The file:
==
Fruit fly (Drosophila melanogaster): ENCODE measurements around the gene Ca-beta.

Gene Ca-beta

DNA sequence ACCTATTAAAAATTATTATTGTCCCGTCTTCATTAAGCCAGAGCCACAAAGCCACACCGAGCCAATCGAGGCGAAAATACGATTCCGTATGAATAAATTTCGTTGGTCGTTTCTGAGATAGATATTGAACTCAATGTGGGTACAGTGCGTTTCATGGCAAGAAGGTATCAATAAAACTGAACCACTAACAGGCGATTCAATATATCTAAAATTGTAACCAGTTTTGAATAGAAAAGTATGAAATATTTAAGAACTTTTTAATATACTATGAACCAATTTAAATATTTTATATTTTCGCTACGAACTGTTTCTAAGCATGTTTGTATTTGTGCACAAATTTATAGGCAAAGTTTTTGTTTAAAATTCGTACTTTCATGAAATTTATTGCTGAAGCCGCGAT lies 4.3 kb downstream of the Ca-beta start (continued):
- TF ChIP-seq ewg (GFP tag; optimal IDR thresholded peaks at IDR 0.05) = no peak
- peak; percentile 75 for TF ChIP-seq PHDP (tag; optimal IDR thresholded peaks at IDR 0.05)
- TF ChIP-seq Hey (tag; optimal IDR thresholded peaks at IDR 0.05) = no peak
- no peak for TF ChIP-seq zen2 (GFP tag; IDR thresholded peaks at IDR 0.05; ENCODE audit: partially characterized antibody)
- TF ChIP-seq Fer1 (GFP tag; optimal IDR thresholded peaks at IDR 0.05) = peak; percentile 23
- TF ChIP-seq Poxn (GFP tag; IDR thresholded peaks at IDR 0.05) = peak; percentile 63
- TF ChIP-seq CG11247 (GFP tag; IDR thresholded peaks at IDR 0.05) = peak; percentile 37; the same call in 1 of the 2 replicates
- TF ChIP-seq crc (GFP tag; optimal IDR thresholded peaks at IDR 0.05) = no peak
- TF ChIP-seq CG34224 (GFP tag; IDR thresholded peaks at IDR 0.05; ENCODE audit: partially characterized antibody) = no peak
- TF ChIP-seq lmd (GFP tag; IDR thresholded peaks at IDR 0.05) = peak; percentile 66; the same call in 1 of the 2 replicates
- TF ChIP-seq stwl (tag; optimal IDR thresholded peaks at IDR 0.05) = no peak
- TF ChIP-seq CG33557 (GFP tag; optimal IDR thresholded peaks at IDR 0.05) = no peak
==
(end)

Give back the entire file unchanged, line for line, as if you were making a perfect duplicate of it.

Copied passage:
Fruit fly (Drosophila melanogaster): ENCODE measurements around the gene Ca-beta.

Gene Ca-beta

DNA sequence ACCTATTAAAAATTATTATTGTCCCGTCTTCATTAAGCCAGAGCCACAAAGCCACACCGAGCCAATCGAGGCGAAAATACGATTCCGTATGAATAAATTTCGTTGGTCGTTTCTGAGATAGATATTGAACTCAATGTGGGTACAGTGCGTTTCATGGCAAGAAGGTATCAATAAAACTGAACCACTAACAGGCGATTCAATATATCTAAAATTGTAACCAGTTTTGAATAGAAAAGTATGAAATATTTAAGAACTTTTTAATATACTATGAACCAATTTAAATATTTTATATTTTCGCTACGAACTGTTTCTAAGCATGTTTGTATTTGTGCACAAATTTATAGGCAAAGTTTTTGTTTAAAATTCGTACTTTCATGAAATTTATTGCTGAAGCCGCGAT lies 4.3 kb downstream of the Ca-beta start (continued):
- TF ChIP-seq ewg (GFP tag; optimal IDR thresholded peaks at IDR 0.05) = no peak
- peak; percentile 75 for TF ChIP-seq PHDP (tag; optimal IDR thresholded peaks at IDR 0.05)
- TF ChIP-seq Hey (tag; optimal IDR thresholded peaks at IDR 0.05) = no peak
- no peak for TF ChIP-seq zen2 (GFP tag; IDR thresholded peaks at IDR 0.05; ENCODE audit: partially characterized antibody)
- TF ChIP-seq Fer1 (GFP tag; optimal IDR thresholded peaks at IDR 0.05) = peak; percentile 23
- TF ChIP-seq Poxn (GFP tag; IDR thresholded peaks at IDR 0.05) = peak; percentile 63
- TF ChIP-seq CG11247 (GFP tag; IDR thresholded peaks at IDR 0.05) = peak; percentile 37; the same call in 1 of the 2 replicates
- TF ChIP-seq crc (GFP tag; optimal IDR thresholded peaks at IDR 0.05) = no peak
- TF ChIP-seq CG34224 (GFP tag; IDR thresholded peaks at IDR 0.05; ENCODE audit: partially characterized antibody) = no peak
- TF ChIP-seq lmd (GFP tag; IDR thresholded peaks at IDR 0.05) = peak; percentile 66; the same call in 1 of the 2 replicates
- TF ChIP-seq stwl (tag; optimal IDR thresholded peaks at IDR 0.05) = no peak
- TF ChIP-seq CG33557 (GFP tag; optimal IDR thresholded peaks at IDR 0.05) = no peak